Sights set on cataract surgery for Indigenous people

Ian Delaney was struggling with everyday life as his vision deteriorated.

"In my right eye everything was very blurry," said the 70-year-old Quandamooka man.

"Not having clear vision was a problem making simple things like walking around the house hard.

"I had to be careful not to trip or fall over."

First Nations people suffer blindness at about six times the rate of non-Indigenous people, which Mater Hospital ophthalmologist Jon Farrah said was shocking.

"We've got six times the rate of poor vision in the Indigenous population, we've got 90 per cent that's treatable and about a third of that is actually cataract blindness," Dr Farrah told AAP.

"It's pretty important to address it."

Generic photo of a surgeon preparing for theatre
A health institute is making the whole process of cataract surgery better for Indigenous patients. (Dan Himbrechts/AAP PHOTOS)

The effects of cataracts like Mr Delaney's can be debilitating, but public waiting lists can be long, hospital settings overwhelming and specialist appointments inaccessible or expensive, so cataracts can go untreated.

But through the cataract pathway program, run by the Institute of Urban Indigenous Health and Mater Hospital, groups of up to 30 patients are having their eyesight restored.

More than 1000 cataract operations have been performed so far under the program.

Institute optometrist Celia McCarthy said while it can be stressful and intimidating to go to hospital, bringing in groups of patients to the Mater Springfield can make the waiting room feel less scary.

Being supported by health workers they know builds trust in a system that hasn't always been accessible for First Nations people, she said.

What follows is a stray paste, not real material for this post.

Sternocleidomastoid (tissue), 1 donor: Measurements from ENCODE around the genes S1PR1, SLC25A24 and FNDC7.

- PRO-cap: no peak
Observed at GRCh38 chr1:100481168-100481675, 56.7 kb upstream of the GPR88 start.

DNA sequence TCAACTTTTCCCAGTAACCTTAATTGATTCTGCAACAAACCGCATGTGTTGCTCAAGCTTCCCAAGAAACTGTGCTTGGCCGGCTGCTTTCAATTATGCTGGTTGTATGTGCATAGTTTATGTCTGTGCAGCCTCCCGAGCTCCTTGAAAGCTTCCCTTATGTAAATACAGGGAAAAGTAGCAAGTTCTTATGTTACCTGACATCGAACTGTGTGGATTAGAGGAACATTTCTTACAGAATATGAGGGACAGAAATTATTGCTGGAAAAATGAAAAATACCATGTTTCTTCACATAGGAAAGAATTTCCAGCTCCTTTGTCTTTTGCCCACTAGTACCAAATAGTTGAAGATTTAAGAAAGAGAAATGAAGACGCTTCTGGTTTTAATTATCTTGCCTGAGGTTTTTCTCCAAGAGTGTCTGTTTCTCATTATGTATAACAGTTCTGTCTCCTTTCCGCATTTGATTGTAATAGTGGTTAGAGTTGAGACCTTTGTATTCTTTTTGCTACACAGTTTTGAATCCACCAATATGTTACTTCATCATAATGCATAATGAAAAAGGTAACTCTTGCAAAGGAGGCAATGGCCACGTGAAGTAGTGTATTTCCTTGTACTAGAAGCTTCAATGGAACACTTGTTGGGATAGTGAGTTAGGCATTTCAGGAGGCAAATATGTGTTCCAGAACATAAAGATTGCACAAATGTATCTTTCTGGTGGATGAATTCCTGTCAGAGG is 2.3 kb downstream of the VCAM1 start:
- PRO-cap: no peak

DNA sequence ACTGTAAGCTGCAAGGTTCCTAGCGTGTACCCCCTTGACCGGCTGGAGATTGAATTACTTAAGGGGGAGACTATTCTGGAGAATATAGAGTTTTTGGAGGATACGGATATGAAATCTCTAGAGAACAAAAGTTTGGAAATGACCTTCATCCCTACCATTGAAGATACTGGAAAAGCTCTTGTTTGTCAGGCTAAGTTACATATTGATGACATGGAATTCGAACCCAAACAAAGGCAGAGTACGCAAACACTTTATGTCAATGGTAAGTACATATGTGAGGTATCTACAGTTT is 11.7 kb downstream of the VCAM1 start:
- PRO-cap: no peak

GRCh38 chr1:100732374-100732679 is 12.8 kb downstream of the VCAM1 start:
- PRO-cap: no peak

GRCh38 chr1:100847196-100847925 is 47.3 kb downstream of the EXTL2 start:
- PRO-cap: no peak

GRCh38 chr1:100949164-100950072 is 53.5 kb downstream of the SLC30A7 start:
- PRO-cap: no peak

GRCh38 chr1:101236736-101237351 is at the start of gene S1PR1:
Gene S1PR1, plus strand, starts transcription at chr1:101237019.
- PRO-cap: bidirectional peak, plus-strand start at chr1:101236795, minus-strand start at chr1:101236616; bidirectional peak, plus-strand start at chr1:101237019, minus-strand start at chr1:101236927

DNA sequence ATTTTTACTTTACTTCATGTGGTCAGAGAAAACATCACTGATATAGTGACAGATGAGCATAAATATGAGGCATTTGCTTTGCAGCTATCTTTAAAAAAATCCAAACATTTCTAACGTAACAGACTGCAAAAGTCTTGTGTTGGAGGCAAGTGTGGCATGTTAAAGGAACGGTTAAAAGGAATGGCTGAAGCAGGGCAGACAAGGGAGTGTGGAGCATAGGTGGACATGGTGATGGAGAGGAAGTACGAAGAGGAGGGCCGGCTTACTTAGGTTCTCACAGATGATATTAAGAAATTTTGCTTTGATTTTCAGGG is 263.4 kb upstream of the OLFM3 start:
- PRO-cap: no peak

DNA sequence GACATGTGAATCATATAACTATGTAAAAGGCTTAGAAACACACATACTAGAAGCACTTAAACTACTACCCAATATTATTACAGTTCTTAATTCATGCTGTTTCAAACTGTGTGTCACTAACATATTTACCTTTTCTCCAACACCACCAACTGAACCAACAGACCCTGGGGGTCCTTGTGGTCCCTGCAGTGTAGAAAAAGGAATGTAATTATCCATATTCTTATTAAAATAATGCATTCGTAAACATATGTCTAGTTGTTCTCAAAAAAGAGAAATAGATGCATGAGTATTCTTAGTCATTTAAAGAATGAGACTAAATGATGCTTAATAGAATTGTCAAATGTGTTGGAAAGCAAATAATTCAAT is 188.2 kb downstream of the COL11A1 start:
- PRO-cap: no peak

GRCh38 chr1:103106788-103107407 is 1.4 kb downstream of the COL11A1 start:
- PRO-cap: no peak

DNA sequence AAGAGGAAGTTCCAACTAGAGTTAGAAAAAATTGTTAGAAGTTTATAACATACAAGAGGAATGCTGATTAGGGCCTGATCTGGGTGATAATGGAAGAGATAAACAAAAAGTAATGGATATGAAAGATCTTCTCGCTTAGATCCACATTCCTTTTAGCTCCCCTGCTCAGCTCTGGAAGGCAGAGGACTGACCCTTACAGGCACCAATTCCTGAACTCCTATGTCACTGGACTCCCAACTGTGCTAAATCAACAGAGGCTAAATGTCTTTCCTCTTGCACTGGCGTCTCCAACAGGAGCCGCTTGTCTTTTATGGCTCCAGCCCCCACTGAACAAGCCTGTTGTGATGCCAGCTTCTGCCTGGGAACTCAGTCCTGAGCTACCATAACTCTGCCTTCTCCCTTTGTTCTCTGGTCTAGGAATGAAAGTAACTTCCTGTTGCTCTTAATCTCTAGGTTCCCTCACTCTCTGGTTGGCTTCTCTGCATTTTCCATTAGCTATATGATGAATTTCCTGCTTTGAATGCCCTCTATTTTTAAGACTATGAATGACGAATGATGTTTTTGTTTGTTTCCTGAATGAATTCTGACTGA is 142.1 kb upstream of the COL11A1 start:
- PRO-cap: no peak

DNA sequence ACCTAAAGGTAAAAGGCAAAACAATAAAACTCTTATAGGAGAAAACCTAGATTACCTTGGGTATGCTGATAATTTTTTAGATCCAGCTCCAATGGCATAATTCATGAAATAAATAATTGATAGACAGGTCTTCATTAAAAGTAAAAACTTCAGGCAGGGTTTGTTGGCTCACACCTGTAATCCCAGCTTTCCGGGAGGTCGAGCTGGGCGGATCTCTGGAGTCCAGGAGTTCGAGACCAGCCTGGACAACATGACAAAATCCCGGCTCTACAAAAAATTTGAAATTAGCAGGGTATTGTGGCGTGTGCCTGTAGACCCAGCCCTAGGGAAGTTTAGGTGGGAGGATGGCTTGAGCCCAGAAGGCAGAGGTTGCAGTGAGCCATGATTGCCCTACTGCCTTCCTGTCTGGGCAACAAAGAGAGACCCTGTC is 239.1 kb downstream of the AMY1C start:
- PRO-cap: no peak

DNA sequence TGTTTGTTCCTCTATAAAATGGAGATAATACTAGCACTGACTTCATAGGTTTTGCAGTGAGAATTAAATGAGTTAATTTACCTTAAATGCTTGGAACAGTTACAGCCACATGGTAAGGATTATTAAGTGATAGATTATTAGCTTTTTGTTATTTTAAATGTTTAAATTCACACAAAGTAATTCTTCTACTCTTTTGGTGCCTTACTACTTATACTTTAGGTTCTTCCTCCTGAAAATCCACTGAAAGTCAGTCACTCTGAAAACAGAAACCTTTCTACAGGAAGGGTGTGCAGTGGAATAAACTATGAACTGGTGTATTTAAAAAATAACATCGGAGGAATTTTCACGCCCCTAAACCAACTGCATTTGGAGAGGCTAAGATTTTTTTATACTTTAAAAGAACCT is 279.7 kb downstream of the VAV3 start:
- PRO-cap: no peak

The institute also provides transport and support for patients on the day of surgery, as well as any follow up appointments, to ensure the most appropriate and holistic care for each person.

"Surgery doesn't start and end in the hospital," she said.

"It's part of a journey in someone's life, it's part of their whole story. What we do is connect that story back to their every day and into their home."

After Dr Farrah performed cataract surgery on Mr Delaney's right eye, he said he's able to see properly again.

"I had a check-up the other day and things are great," Mr Delaney said.

"My life has improved and I'm much happier now."

Dr Farrah said it had been a privilege to operate on Mr Delaney, and the other patients he's treated through the program.

"What we see from doing these cataract surgeries is people's lives are transformed," he said.

"Their general health improves, their mobility improves, sometimes they're looking at full-time care or nursing home care but they end up being independent.

"It feels very gratifying to see that a relatively fast operation can fix people up - not only their sight, but their emotional wellbeing and physical health improves."